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Gospel Group Embraces All Races

Hollywood choir founded by a white lawyer melds the voices of a varied lot of singers. Love of music binds them together.

November 02, 2002|Carla Rivera | Times Staff Writer

The church in which Patrick Hare grew up did not allow musical expression of any kind. So the toe-tapping role the religious-minded public defender has taken on these days would probably surprise some of his former brethren.

He is founder, frontman and spiritual bellwether for the interdenominational, intergenerational and interracial Hollywood Mass Choir, a group that is an almost perfect manifestation of Los Angeles' kaleidoscopic diversity.

Among the 60-member ensemble is a female Brazilian chaplain who works at Childrens Hospital, a Chinese political and religious refugee who wasn't allowed to sing in her home country, an arranger who has worked with Aretha Franklin and Bill Cosby, a graphic artist, a therapist, homeless people and others -- many of them with little or no formal musical training.

They are something rare for Los Angeles: a disparate collection of backgrounds, incomes and ZIP Codes that has come together as a family. And only a year after forming, they are among the five finalists Saturday night in Gospelfest at the Shrine Auditorium, Southern California's premier event to choose the best amateur vocal groups.

Despite their lack of background, the Hollywood choir members are no poseurs. They are not gospel with a gloss of the bland and commercial; that is the kind of contemporary Christian music that Hare found so unfulfilling after abandoning the fundamentalist church of his youth.

"I was looking for something with good quality lyrics, something that was a fusion of blues, rock and spiritual, and I found that in gospel music that is in the tradition of the black church," said Hare, who is white.

Hare's faith also guided him to become a public defender (he has worked in the Los Angeles County office 13 years), representing accused who have few means. "People I wouldn't have encountered in my pretty sheltered suburban existence," he said.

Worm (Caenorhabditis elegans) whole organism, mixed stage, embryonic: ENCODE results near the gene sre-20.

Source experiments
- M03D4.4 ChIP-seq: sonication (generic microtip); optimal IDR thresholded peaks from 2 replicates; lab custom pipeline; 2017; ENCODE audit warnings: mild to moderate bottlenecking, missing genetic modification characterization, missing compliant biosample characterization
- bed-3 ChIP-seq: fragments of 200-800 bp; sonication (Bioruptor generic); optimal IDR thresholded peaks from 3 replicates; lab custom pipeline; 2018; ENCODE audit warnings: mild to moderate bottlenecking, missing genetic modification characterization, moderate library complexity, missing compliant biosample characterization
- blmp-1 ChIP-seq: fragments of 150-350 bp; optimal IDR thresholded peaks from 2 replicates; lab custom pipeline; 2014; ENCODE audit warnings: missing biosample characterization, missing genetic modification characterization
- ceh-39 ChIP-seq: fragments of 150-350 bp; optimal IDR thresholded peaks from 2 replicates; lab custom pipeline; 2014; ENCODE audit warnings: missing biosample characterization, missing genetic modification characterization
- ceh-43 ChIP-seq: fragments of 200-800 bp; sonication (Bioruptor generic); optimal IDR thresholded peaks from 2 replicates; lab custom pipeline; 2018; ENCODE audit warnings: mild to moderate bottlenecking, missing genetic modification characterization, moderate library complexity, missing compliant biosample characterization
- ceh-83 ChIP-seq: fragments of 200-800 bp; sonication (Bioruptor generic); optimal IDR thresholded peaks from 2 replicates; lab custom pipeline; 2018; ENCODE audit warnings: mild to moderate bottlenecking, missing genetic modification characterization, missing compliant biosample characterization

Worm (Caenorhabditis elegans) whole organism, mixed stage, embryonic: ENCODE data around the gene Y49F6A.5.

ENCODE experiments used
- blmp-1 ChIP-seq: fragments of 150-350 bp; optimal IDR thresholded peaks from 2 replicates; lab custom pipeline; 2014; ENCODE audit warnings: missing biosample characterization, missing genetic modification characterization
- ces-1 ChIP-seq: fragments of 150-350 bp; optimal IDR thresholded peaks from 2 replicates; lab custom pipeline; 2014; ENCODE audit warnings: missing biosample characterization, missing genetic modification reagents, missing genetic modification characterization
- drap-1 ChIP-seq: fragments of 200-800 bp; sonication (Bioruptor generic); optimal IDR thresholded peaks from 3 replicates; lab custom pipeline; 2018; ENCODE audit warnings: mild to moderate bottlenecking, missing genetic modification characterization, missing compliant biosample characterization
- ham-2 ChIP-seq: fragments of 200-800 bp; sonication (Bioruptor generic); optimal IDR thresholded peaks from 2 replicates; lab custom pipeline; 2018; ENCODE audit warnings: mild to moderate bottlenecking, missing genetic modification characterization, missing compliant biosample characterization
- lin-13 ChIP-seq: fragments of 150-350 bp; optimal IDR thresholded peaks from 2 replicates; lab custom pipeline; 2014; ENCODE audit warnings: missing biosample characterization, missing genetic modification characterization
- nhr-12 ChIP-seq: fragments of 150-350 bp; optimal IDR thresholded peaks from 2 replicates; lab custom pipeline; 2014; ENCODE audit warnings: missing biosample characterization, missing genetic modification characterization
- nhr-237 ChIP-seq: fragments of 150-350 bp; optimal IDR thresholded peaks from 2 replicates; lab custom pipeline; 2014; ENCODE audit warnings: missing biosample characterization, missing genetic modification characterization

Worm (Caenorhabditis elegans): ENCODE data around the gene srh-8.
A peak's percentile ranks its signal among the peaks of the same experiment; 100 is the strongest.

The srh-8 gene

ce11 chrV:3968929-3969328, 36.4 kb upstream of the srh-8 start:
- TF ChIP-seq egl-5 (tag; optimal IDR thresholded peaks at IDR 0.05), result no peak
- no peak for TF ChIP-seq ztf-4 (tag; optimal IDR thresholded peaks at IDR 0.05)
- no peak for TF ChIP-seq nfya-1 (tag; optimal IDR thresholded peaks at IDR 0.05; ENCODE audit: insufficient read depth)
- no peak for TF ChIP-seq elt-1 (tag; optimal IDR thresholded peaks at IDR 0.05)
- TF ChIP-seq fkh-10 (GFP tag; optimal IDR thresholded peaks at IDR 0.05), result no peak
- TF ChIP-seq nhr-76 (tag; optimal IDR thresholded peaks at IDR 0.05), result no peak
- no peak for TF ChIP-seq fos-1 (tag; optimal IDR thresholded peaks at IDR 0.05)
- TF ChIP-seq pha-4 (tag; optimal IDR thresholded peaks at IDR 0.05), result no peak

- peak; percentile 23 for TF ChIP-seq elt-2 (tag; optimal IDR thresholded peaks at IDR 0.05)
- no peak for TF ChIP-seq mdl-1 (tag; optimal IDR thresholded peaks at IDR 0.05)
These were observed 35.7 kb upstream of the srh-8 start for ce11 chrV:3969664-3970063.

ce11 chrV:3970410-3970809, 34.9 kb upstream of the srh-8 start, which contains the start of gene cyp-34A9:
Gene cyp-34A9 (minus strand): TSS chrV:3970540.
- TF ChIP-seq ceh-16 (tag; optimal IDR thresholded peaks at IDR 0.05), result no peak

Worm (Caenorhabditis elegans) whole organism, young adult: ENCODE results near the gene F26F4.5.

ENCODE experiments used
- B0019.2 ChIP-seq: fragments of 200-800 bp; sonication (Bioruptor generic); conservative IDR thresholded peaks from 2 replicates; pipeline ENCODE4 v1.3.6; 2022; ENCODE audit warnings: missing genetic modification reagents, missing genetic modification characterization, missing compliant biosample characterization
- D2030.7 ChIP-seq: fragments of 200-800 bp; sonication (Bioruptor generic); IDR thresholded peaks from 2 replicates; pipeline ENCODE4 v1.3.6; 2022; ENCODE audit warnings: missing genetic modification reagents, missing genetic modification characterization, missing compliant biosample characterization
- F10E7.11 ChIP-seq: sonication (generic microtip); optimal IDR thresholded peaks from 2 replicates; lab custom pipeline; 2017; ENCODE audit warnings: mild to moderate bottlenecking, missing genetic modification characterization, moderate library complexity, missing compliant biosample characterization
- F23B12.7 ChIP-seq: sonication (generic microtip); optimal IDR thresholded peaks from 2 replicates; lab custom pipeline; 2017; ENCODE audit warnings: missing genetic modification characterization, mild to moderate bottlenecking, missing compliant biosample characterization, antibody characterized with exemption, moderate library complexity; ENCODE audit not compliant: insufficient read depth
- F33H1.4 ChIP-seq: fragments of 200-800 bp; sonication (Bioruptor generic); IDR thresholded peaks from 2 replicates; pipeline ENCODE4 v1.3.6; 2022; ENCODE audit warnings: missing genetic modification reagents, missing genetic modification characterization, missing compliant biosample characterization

Hare and many of the choir members attend Hollywood Presbyterian Church, where the group was recently rehearsing for the Shrine event, which is in its 18th year and benefits a high school scholarship fund.

In the darkened and cool sanctuary of the church, Hare was animated as he led his group through the paces of the old up-tempo spiritual "Rock-A My Soul," one of two songs it will perform Saturday.

Hare grew up in a suburb of Portland, Oregon, and was a voice and performance major in college before heading to Boston University, where he obtained a law degree. After moving to Los Angeles, he began singing in the choruses of Long Beach Opera and Opera Pacific.

After discovering gospel, he became one of the few non-African American members of a local chapter of the Gospel Music Workshop, a venerable group founded by the Rev. James Cleveland.

When Hare decided to form his own choir he was encouraged by the workshop. He put out fliers soliciting members on church bulletin boards, at record stores that sell gospel music, over Internet lists and even at the popular Roscoe's Chicken and Waffles soul food restaurant.

Hare said the auditions consisted of "showing up" and that members mainly had to have a desire to spread the joyful noise of traditional black gospel.

That idiom's sense of sorrowful burden leavened with righteous uplift, Hare thought, could help build a ministry of music that would feel as at home in La Canada-Flintridge as in South-Central.

The choir has performed in both those places and takes its message of redemption to hospitals, jails, shelters for the homeless, nursing homes and other community events.

Such outings, "in places where it's not easy to get Jesus in their lives or hear gospel," are what particularly appeal to Corey Robinson denBok, a high school sophomore, who joined the choir a few months ago.

Choir member Debbie Ding came to this country only four years ago from China after applying for political asylum. Her family was persecuted because they were not communists and practiced Christianity, said Ding, and she was not able to receive the music training she desired. On Saturday she'll realize a dream.

"It took me 30 years to get on stage," she said cheerily as the choir took a break. "At the rehearsals I have tears in my eyes because I'm so appreciative. I never tell [Patrick]. Maybe he notices, but I never tell him."

Maricarmen Castro, a chaplain at Childrens Hospital Los Angeles, knew Hare for years but hesitated to join the choir.

Originally from Brazil, she was unsure if she could sing English-language spirituals with no written words in front of her until she thought more about the music's origins among field slaves who passed on the traditions without notes on paper.

"I was fascinated by the whole setting," Castro said of her first meetings. "I had no background in singing but I wasn't intimidated, because there were so many others like me. It's a great example of how to break down barriers of culture and race."

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